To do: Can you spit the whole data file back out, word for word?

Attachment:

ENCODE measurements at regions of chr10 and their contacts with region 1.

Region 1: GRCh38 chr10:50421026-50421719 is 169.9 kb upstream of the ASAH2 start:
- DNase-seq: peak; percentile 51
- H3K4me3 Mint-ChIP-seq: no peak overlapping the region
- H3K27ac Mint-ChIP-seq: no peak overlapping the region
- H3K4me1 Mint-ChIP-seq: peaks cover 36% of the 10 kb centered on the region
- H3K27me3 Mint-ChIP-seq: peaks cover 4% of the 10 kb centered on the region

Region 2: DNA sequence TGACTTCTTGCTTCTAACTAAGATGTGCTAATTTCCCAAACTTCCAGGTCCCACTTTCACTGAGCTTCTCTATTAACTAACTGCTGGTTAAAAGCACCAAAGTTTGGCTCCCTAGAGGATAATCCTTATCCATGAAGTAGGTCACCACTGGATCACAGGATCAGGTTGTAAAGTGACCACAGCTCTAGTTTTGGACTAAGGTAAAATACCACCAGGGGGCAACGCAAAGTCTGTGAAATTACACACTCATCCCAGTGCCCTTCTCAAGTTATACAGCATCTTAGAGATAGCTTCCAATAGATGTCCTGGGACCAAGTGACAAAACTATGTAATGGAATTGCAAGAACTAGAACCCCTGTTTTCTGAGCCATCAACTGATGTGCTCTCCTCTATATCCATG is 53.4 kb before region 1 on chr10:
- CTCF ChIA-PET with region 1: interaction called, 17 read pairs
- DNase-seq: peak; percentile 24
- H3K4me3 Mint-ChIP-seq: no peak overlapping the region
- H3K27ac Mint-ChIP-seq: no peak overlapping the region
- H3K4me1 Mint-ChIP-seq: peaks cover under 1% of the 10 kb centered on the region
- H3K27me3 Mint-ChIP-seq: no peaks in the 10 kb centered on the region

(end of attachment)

ENCODE measurements at regions of chr10 and their contacts with region 1.

Region 1: GRCh38 chr10:50421026-50421719 is 169.9 kb upstream of the ASAH2 start:
- DNase-seq: peak; percentile 51
- H3K4me3 Mint-ChIP-seq: no peak overlapping the region
- H3K27ac Mint-ChIP-seq: no peak overlapping the region
- H3K4me1 Mint-ChIP-seq: peaks cover 36% of the 10 kb centered on the region
- H3K27me3 Mint-ChIP-seq: peaks cover 4% of the 10 kb centered on the region

Region 2: DNA sequence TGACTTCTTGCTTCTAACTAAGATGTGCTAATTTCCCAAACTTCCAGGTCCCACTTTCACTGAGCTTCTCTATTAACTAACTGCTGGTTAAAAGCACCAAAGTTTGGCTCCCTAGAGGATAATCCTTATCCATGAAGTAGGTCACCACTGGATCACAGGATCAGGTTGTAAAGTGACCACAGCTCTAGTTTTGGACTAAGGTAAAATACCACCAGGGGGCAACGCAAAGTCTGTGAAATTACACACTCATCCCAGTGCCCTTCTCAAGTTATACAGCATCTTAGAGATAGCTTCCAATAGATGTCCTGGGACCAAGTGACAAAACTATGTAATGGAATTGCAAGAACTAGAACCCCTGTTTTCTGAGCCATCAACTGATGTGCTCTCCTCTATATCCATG is 53.4 kb before region 1 on chr10:
- CTCF ChIA-PET with region 1: interaction called, 17 read pairs
- DNase-seq: peak; percentile 24
- H3K4me3 Mint-ChIP-seq: no peak overlapping the region
- H3K27ac Mint-ChIP-seq: no peak overlapping the region
- H3K4me1 Mint-ChIP-seq: peaks cover under 1% of the 10 kb centered on the region
- H3K27me3 Mint-ChIP-seq: no peaks in the 10 kb centered on the region